Greene homestead’s mysteries explored
If there is one thing you can say without contradiction about houses and ghosts, it is that, the older a house gets, the more likely it is to be haunted … or at least get a reputation for being haunted.
So it is no surprise that the Nathanael Greene Homestead in Coventry is about to be studied for the presence of ghosts.
“In conjunction with the Nathanael Greene Homestead Association, RISEUP Paranormal announces that it will conduct a series of public investigations at the former home of the former Continental Army General,” read a press release.
“The home has generated an astounding number of paranormal claims through the years and has always been a much-sought after location for paranormal investigators all over the Northeast. To date, all requests have been denied … until now.”
What is surprising is that Greene himself is not among the suspects believed to be roaming the relatively modest colonial home, in spite of the fact that he referred to the house as “Spell Hall.”
Richard Seimbab has been working as a volunteer and docent at the homestead for more than 40 years, and he has been convinced for some time that spirits lurk in its upper rooms.
“I was here by myself once and walked upstairs to Elizabeth Margaret’s room and found the baby carriage at the door to the room,” he said. “For 40 years, I have never seen that carriage anywhere but its usual place, on the other side of the room.”
From all outward appearances, Seimbab is not the sort of person you’d expect to go on about ghosts and things that go bump in the night. He has an encyclopedic grasp of the Coventry branch of the Greene family and conversations with him about the house and the people who lived there take on the delicious flavor of fresh gossip.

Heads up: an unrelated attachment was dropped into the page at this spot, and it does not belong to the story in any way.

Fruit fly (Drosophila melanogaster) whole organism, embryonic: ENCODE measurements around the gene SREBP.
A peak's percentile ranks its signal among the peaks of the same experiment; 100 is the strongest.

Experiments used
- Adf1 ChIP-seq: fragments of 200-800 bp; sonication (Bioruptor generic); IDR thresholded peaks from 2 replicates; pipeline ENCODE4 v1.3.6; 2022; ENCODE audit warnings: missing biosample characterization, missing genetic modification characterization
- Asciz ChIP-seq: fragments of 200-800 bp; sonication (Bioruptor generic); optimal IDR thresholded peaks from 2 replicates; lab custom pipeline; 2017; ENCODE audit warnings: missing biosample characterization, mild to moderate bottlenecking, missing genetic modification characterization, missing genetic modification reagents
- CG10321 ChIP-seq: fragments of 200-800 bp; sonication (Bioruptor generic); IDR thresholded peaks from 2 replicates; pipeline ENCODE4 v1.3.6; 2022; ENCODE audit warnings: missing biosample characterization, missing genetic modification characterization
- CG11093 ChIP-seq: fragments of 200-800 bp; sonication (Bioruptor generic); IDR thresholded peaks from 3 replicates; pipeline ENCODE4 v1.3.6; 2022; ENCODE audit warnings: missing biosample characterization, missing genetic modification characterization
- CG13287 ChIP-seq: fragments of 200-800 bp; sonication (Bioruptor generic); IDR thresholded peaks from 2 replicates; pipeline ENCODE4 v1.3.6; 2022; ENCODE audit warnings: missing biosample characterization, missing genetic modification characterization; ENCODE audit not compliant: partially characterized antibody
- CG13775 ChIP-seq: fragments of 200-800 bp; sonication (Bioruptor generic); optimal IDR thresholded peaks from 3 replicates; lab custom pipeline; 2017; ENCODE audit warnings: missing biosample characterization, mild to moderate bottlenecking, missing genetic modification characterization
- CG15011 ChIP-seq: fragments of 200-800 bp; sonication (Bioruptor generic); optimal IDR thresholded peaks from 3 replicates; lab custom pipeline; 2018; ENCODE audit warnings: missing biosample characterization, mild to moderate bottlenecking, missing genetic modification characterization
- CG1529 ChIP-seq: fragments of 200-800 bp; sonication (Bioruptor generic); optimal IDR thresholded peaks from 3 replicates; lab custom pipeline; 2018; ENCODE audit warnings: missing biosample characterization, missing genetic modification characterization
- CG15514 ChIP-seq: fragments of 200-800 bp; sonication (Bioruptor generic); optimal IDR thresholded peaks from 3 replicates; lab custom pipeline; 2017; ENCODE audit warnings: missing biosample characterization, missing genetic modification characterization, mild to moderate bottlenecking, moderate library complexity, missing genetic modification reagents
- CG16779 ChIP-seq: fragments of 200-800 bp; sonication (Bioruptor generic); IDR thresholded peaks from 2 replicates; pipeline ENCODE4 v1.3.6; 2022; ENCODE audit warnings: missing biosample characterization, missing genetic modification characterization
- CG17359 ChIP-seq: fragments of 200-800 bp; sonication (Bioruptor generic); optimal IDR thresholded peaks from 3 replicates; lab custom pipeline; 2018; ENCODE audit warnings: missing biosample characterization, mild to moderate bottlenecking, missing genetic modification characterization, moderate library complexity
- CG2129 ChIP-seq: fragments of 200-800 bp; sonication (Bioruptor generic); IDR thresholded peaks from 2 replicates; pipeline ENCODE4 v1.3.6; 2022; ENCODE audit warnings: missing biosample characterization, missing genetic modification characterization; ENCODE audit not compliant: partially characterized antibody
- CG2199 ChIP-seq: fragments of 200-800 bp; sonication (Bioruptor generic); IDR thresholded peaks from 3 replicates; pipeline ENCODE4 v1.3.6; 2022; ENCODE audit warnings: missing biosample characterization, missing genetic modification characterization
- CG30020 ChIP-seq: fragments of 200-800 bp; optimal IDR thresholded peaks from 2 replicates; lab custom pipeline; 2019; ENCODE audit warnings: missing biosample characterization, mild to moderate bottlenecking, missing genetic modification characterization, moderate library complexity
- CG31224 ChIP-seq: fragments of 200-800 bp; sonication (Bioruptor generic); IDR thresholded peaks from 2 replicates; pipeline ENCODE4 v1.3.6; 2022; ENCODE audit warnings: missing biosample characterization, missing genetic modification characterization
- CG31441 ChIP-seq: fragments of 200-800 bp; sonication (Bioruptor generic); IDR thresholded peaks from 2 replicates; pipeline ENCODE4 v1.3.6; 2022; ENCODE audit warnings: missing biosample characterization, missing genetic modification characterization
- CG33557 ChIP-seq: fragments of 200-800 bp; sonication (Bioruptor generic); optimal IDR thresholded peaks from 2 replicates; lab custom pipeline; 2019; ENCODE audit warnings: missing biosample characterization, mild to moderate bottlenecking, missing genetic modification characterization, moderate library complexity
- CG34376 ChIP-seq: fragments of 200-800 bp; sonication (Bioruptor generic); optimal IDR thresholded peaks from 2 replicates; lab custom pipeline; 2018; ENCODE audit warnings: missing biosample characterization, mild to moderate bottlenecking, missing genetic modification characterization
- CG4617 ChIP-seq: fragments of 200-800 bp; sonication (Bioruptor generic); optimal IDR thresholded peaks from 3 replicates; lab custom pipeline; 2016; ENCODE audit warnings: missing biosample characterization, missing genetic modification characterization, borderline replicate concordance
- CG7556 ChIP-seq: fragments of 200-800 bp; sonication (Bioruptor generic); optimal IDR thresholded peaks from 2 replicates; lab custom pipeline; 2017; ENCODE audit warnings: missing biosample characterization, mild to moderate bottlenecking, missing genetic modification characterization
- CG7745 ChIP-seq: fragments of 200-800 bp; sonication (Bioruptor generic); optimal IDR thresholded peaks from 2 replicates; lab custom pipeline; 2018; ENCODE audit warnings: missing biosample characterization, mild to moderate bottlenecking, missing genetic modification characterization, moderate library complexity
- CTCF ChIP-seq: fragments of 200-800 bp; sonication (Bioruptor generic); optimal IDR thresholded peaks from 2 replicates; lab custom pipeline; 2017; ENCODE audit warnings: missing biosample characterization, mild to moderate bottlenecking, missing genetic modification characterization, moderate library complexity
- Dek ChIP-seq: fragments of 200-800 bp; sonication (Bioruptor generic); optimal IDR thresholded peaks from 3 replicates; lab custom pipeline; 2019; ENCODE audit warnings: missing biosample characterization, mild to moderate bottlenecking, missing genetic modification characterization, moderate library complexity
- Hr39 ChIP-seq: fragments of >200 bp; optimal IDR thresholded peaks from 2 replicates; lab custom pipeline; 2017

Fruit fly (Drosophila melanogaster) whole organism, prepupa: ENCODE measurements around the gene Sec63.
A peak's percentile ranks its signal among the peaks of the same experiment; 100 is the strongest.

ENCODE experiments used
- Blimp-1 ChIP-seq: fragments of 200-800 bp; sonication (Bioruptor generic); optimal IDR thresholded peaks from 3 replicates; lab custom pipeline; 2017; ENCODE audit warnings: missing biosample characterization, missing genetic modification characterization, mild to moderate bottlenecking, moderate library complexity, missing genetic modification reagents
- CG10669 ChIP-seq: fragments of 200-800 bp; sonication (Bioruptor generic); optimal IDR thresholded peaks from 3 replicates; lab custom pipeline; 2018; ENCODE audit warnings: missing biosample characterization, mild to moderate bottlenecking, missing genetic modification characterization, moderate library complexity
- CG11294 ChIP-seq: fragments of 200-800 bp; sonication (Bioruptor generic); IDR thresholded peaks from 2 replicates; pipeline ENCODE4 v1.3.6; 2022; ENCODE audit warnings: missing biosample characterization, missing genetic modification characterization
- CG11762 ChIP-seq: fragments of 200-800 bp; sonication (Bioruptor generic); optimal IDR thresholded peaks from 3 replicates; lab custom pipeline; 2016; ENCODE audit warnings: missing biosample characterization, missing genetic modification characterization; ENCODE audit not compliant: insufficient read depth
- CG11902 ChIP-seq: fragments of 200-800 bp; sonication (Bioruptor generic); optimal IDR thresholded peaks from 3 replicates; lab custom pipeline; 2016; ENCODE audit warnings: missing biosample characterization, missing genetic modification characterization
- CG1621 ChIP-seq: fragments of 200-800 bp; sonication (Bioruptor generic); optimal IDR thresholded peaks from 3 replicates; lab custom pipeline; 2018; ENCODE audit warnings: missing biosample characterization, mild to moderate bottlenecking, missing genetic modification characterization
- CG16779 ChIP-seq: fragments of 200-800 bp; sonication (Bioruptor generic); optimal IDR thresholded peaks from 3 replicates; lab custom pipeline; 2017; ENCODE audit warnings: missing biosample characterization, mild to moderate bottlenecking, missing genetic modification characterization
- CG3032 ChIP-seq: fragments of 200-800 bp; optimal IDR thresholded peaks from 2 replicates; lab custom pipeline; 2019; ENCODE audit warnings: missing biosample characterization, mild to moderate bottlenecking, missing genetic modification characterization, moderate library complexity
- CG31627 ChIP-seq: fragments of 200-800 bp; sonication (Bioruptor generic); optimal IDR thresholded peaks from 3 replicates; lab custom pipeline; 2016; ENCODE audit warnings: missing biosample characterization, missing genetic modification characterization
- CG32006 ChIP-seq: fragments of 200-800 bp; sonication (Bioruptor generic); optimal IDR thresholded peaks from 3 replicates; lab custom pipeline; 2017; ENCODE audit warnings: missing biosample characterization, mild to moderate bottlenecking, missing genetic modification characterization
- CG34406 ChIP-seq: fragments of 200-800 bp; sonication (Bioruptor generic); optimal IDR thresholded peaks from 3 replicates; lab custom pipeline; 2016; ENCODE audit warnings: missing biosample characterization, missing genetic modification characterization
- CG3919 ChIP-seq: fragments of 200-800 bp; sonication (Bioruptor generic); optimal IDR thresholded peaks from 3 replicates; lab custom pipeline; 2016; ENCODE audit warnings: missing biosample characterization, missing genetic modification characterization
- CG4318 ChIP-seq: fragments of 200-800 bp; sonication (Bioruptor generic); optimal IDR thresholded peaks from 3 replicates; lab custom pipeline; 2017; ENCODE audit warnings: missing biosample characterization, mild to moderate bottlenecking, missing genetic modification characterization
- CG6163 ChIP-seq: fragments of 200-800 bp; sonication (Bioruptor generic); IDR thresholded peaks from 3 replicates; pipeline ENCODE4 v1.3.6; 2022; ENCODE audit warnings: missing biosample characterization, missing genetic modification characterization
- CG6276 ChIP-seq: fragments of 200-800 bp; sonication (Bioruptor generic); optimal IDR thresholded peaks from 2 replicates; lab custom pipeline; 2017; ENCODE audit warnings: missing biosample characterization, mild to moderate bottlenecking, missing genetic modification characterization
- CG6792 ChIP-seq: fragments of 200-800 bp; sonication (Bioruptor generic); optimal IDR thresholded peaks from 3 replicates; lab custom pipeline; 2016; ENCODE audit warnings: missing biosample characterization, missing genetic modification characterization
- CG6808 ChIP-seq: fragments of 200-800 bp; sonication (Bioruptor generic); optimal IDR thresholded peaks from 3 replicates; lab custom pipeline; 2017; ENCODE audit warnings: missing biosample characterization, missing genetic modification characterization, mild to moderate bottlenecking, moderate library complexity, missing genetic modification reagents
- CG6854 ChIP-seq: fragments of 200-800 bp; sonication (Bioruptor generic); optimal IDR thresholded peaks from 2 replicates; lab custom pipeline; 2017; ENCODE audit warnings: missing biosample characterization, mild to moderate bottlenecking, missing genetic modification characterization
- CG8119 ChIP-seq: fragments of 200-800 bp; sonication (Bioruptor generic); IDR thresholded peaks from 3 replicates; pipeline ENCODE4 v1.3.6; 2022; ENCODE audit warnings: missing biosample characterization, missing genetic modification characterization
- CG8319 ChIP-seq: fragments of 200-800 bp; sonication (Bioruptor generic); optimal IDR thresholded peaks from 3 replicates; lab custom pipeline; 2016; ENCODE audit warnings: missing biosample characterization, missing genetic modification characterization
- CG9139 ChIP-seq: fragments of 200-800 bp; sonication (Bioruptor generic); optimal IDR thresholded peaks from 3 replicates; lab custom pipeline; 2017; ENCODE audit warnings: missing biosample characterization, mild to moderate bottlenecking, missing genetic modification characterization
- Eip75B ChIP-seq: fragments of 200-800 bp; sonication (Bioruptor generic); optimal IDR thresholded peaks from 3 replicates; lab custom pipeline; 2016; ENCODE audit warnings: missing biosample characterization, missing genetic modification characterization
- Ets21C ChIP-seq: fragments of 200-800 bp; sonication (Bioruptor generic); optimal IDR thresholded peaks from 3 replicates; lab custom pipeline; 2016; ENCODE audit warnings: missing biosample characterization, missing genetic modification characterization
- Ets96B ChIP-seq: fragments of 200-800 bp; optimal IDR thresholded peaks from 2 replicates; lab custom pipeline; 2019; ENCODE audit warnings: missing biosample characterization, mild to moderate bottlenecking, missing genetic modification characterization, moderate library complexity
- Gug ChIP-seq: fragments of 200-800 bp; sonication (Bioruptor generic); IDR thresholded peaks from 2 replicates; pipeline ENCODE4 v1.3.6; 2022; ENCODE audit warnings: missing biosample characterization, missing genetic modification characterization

“Julia, Jacob’s daughter, was considered by many as the most beautiful girl in Coventry,” said Seimbab. “She married Theodore Foster and he took control of the family’s businesses; he took advantage of her, and ruined the family fortunes with his many business schemes. That’s when they lost the forge. He squandered the money … He’s buried in the family cemetery but he doesn’t have a marker for his grave. No one is sure exactly where he is buried.”
According to RISEUP Paranormal, the group that is investigating the ghostly claims, “The claims of paranormal activity there include door latches being tripped by unseen hands, anomalous voices heard inside and outside the house and reports of various human apparitions seen throughout the home.”
Seimbab himself says he and others have heard sounds that indicated someone was in the house, usually the sound of footfalls and latches being lifted, but he does not claim to have actually seen a ghost.